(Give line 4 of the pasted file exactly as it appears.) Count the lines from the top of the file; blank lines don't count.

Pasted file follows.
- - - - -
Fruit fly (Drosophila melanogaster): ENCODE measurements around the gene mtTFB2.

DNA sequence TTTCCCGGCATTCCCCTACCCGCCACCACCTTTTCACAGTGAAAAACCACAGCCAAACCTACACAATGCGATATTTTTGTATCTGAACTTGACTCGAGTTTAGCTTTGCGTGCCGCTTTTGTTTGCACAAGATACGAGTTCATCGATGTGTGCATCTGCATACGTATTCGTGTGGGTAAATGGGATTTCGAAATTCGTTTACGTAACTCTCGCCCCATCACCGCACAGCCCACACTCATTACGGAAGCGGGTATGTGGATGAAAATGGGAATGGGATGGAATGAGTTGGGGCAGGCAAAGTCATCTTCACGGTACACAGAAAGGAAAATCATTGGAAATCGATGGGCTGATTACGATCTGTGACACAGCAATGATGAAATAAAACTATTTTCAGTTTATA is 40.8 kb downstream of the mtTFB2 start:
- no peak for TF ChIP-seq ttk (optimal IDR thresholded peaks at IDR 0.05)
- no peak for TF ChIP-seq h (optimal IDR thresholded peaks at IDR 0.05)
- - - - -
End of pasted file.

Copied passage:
- no peak for TF ChIP-seq h (optimal IDR thresholded peaks at IDR 0.05)